The further isolation of Suu Kyi is the reality that matters to Burmese activists and not the humanitarian gesture the junta offered Webb. They see the suppression of Suu Kyi’s freedom, effectively denying her a role in the general elections the junta has pledged to have in 2010, as a confirmation of the junta’s mindset.
"The release of Daw Aung San Suu Kyi is most important. We need to judge if Senator Webb’s trip was a success or failure based on that," said Bo Kyi, head of the Thailand- based Assistance Association for Political Prisoners in Burma (AAPP), a group of former political prisoners campaigning for the rights of the country’s jailed activists. "Yettaw’s release is not that important."
Yettaw’s freedom, in fact, is not a surprise, added Bo Kyi during a telephone interview from Mae Sot, a town along the Thai-Burma border. "The military regime had no use of him anymore. They needed him earlier to find a way of keeping Daw Suu Kyi under house arrest," he revealed, using the honorific "Daw" as Burmese do when referring to senior women.
A similarly critical tone is echoed by Burma watchers on another message Webb has been pushing since leaving the South-east Asian nation: to ease the current sanctions regime. Webb, who chairs the Senate Foreign Relations Committee’s East Asia and Pacific Affairs Subcommittee, is trying to drum up support for a "new approach" to dealing with the regime.
They say it is reminiscent of a view that emerged in the region in 1997, when Burma was admitted as a member of the Association of South-east Asian Nations (ASEAN), a 10- member regional bloc. ASEAN – which includes Brunei, Burma, Cambodia, Indonesia, Laos, Malaysia, Philippines, Singapore, Thailand and Vietnam – described its policy towards the region’s pariah as "constructive engagement".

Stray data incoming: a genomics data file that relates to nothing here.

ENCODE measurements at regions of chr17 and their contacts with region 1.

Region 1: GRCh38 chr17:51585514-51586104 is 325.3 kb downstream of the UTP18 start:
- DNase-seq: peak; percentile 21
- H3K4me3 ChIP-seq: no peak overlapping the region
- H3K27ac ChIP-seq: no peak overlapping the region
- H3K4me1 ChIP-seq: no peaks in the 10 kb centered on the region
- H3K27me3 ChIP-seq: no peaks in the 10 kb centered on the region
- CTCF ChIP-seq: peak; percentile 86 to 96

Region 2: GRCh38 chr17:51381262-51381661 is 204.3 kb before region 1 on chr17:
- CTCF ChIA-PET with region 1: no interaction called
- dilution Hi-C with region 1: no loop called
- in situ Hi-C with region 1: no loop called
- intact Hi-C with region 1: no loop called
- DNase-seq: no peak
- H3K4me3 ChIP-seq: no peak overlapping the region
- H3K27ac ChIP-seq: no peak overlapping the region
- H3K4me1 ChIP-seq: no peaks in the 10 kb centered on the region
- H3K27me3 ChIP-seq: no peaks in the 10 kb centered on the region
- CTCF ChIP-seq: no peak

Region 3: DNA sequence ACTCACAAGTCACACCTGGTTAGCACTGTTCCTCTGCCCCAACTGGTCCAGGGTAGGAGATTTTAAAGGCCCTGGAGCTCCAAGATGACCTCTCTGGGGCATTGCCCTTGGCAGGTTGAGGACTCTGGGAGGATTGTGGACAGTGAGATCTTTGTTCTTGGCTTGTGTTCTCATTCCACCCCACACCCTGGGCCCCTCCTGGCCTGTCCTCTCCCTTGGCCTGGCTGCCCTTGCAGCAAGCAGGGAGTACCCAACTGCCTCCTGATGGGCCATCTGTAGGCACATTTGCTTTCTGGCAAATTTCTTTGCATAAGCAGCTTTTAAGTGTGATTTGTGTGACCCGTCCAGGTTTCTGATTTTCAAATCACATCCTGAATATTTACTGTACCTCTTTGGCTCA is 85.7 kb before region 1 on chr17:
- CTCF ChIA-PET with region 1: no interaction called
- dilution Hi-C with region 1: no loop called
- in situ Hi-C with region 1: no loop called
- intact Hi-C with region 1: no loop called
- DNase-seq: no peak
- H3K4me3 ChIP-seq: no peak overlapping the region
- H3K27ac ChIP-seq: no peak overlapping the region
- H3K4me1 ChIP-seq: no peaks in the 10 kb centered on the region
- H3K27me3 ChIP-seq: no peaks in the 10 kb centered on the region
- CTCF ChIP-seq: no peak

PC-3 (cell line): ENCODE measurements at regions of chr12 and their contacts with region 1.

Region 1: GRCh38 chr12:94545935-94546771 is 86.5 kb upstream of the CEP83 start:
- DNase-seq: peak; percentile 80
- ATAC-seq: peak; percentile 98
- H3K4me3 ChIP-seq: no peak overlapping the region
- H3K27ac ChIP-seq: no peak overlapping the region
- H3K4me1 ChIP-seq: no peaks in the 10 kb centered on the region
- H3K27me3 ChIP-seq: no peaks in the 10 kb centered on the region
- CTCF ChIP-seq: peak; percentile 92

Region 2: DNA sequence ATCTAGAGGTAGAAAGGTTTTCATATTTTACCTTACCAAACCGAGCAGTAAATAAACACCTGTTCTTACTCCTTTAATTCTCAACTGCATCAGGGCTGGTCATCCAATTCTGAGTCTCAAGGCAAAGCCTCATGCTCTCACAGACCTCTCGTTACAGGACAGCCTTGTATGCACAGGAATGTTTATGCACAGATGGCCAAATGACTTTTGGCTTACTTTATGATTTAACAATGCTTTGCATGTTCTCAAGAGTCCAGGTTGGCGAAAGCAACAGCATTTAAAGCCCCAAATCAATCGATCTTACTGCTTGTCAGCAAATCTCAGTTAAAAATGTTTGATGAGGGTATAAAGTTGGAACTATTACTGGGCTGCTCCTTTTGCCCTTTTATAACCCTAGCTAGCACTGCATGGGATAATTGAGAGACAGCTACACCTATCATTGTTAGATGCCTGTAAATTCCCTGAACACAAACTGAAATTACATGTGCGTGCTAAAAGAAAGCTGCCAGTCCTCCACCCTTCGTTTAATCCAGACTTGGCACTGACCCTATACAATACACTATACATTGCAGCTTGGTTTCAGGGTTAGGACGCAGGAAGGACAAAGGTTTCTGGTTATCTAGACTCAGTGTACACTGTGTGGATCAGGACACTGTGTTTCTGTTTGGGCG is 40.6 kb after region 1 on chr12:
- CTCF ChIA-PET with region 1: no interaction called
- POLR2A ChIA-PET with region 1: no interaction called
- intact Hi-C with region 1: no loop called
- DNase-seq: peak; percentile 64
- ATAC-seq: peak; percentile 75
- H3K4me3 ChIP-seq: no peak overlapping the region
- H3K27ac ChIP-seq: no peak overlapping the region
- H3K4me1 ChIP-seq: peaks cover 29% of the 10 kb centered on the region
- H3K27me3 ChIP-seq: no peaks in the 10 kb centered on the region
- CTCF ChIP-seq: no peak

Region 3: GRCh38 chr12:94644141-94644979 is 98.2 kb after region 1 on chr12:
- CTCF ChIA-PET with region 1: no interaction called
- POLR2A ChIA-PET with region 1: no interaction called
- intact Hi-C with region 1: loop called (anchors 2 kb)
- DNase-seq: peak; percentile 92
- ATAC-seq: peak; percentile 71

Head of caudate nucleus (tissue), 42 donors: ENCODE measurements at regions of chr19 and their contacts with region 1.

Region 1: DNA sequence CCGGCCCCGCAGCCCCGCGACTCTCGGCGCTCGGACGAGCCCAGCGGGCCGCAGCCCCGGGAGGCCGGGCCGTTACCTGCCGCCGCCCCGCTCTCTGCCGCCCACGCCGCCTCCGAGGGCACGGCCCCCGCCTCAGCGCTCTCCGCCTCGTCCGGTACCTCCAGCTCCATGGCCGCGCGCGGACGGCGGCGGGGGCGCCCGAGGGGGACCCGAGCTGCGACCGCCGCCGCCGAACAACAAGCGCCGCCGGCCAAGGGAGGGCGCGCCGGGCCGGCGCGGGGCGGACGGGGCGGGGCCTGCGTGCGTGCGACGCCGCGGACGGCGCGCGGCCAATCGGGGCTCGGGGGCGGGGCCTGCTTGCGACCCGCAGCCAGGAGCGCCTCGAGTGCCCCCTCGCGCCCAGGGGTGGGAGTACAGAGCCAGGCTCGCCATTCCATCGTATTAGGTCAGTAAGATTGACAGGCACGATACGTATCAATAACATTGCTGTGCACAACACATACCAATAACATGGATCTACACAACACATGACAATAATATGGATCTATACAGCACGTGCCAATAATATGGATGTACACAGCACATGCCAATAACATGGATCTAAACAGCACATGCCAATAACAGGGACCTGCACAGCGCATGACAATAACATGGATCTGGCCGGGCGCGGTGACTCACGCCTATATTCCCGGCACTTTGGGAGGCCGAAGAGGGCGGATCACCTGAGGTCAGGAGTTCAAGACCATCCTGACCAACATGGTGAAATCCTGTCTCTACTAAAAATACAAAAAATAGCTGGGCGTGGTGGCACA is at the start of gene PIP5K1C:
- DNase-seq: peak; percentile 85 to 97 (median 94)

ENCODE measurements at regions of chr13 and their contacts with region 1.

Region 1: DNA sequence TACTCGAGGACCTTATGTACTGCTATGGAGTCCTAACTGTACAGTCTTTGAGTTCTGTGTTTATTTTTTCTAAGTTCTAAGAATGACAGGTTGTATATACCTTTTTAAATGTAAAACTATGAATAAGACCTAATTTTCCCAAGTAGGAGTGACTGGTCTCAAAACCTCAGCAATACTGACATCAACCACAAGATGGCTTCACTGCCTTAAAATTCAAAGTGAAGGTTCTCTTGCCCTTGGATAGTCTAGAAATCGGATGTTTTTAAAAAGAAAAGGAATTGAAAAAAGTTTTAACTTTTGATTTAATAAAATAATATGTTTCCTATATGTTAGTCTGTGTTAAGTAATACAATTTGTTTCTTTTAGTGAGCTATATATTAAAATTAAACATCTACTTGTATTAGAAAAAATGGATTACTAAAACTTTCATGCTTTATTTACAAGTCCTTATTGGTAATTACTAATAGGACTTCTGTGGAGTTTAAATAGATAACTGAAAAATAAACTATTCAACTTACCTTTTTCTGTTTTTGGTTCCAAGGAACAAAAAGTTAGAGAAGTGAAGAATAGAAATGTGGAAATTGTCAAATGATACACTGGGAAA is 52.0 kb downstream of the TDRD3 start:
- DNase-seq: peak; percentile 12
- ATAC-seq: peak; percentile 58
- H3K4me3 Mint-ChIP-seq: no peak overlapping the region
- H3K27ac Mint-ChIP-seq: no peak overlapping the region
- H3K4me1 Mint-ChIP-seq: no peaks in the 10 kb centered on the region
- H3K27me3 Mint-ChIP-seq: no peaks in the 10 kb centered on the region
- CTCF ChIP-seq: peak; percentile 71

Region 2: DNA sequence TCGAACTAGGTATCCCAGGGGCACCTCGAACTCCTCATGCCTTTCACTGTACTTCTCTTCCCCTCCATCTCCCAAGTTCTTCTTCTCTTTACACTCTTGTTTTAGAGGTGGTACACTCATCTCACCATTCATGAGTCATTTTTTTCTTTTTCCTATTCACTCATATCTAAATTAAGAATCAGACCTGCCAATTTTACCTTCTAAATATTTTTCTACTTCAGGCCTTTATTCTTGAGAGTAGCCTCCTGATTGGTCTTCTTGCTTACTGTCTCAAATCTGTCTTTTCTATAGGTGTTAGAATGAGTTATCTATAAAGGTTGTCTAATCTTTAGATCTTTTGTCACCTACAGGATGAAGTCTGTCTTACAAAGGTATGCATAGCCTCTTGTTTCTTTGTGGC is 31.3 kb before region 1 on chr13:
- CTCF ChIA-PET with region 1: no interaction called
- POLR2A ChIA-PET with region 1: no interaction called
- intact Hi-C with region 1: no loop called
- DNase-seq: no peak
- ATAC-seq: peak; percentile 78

The Burmese regime, the successor to the military dictatorships that have ruled the country since a March 1962 coup, benefited from the protective wall that ASEAN built around it. It helped deflect criticism at the U.N. Security Council and ASEAN chose not to tow the line of the punitive sanctions policies imposed by the U.S. government and the European Union.
"ASEAN walked into a web of a different kind in 1997 when it opened its doors to Burma. It said, "don’t criticise the regime; don’t pressure it", said Debbie Stothard of the Alternative ASEAN Network on Burma, a regional human rights watchdog. "ASEAN believed at the time that by engaging with the military regime, it would change."
Yet, the contrary has unfolded in the past decade, with the regime tightening its grip on the country and its list of human rights violations lengthening, Stothard told IPS. "This regime is a bad enemy but an even worse friend," she said.
"This is why democracy activists are shocked at the message Webb is sending out," Stothard added. "They are outraged that Webb’s approach would undermine the pressure on the regime and send the wrong message, because the regime is desperate to get legitimacy for the 2010 elections."